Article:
Having a forum such as the one proposed in Amendment 201, where these really difficult issues can be thrashed out and clear guidance can be given to online services, will be much more efficient than what sometimes happened in the past, where you had the left hand and the right hand of the regulatory world pulling you in different directions. I know that we have the Digital Regulation Cooperation Forum. If we can build on those institutions, it is essential and ideal that they have their input before the guidance is issued, rather than have a platform comply with guidance from regulator A and then get dinged by regulator B for doing the thing that they have been instructed to do.

That leads to the very sensible Amendment 201 on skilled persons. Again, Ofcom is going to be able to call in skilled persons. In an area such as data protection, that might be a data protection lawyer, but, equally, it might be that somebody who works at the Information Commissioner’s Office is actually best placed to give advice. Amendment 200—the first of the two that talks about skilled persons being able to come from regulators—makes sense.

Finally, I will touch on the issues raised in Amendment 268AA—I listened carefully and understand that it is a probing amendment. It raises some quite fundamental questions of principle—I suspect that the noble Baroness, Lady Fox, might want to come in on these—and it has been dealt with in the context of Germany and its network enforcement Act: I know the noble Lord, Lord Parkinson of Whitley Bay, can say that in the original German. That Act went in the same direction, motivated by similar concerns around hate speech.

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Lord Bassam of Brighton Portrait Lord Bassam of Brighton (Lab)
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My Lords, when I brought an amendment to a police Bill, my local football club said to me that it was anticipating spending something like £100,000 a year trying to create and develop filters, which were commercially available, to stop its footballers being able to see the abuse that they were getting online. It did that for a very sensible commercial reason because those footballers’ performance was affected by the abuse they got. I want to know how the noble Lord sees this working if not by having some form of intervention that involves the platforms. Obviously, there is a commercial benefit to providers of filters et cetera, but it is quite hard for those who have been victims to see a way to make this useful to them without some external form of support.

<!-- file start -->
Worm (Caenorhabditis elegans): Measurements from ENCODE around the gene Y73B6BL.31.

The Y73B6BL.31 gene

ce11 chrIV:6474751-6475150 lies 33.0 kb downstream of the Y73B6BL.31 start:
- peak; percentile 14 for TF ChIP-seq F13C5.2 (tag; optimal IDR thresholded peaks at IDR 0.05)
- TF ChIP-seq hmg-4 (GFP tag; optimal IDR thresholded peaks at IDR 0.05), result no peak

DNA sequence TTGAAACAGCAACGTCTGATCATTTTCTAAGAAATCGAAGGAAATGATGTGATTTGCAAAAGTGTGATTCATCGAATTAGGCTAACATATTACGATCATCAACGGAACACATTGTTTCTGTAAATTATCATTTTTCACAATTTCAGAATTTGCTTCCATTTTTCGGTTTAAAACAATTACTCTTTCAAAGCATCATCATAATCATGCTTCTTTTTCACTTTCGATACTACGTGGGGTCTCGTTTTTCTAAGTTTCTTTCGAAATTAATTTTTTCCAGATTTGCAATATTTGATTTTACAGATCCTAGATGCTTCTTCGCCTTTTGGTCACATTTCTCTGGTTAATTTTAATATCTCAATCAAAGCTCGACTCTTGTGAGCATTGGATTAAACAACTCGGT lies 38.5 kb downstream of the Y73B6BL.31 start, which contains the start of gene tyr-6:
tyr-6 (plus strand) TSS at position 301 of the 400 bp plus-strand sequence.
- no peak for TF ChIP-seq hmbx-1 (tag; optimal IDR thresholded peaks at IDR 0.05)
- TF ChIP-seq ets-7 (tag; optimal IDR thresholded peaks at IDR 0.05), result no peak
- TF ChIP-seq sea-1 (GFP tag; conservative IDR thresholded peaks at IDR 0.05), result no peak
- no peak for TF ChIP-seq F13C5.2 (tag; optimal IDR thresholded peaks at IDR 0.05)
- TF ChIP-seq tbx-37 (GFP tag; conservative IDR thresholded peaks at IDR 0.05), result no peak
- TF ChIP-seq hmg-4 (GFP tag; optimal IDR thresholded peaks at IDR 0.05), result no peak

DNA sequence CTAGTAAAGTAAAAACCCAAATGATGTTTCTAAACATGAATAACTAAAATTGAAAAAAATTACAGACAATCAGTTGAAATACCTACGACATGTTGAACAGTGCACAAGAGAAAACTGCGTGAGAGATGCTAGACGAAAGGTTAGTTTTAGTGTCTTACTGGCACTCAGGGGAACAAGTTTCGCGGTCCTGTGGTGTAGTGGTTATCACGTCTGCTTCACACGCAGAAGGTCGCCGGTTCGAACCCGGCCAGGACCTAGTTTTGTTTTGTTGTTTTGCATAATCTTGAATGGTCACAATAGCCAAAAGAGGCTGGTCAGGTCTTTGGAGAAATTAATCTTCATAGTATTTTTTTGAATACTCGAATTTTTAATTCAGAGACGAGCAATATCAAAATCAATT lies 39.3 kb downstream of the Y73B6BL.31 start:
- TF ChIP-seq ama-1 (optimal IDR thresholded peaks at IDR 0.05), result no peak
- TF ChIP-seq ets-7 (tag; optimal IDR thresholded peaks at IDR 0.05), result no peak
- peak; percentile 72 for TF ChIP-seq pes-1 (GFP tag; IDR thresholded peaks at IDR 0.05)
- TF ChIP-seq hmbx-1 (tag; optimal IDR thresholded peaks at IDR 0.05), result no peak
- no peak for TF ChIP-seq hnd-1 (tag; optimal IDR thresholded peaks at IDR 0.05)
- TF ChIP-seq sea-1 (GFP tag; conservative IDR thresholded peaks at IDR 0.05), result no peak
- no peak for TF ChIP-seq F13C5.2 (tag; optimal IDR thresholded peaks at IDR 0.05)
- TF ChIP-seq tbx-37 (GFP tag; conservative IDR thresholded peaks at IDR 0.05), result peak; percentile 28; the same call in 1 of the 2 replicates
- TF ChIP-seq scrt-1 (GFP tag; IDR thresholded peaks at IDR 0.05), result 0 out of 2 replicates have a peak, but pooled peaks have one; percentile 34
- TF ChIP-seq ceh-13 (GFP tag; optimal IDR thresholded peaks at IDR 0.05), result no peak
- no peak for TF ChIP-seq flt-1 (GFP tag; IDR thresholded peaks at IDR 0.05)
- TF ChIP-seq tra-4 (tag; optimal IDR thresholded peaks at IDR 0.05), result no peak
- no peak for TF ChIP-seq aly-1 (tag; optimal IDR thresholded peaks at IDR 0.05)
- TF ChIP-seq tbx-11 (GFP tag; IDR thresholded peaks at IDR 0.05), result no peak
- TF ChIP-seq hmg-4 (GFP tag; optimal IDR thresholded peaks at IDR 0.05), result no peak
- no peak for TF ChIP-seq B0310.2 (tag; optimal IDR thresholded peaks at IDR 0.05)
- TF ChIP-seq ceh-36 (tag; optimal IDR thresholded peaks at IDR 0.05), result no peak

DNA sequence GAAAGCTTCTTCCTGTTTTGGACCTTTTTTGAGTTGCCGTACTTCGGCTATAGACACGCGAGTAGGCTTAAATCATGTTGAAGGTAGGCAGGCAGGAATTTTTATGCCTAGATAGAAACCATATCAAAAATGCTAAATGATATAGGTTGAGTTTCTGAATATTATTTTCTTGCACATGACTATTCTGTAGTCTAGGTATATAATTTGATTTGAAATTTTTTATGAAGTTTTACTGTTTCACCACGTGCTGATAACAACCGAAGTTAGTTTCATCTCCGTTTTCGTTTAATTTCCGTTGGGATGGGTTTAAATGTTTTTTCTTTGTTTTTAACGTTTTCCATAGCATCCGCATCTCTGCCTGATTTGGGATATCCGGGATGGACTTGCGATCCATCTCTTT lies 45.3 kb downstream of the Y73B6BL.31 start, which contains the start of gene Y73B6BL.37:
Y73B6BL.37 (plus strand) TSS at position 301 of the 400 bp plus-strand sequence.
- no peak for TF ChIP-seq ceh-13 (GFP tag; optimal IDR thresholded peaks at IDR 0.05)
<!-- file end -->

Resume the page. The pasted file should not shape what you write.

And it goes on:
Lord Clement-Jones Portrait Lord Clement-Jones (LD)
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I absolutely take what the noble Lord is saying, and I am not saying that the platforms do not have responsibility. Of course they do: the whole Bill is about the platforms taking responsibility with risk assessment, adhering to their terms of service, transparency about how those terms are operating, et cetera. It is purely on the question of whether they need to be reporting that content when it occurs. They have takedown responsibilities for illegal content or content that may be seen by children and so on, but it is about whether they have the duty to report to the police. It may seem a relatively narrow point, but it is quite important that we go with the framework. Many of us have said many times that we regret the absence of “legal but harmful” but, given where we are, we basically have to go with that architecture.

I very much enjoyed listening to the noble Baroness, Lady Bennett. There is no opportunity lost in the course of the Bill to talk about ChatGPT or GPT-4, and that was no exception. It means that we need to listen to how young people are responding to the way that this legislation operates. I am fully in favour of whatever mechanism it may be. It does not need to be statutory, but I very much hope that we do not treat this just as the end of the process but will see how the Bill works out and will listen and learn from experience, and particularly from young people who are particularly vulnerable to much of the content, and the way that the algorithms on social media work.

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Lord Parkinson of Whitley Bay Portrait Lord Parkinson of Whitley Bay (Con)
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Yes, and as I say, I am happy to talk with the noble Lord about this in greater detail. Under the Bill, category 1 companies will have a new duty to safeguard all journalistic content on their platform, which includes citizen journalism. But I will have to take all these points forward with him in our further discussions.

My noble friend Lord Bethell is not here to move his Amendment 220D, which would allow Ofcom to designate online safety regulatory duties under this legislation to other bodies. We have previously discussed a similar issue relating to the Internet Watch Foundation, so I shall not repeat the points that we have already made.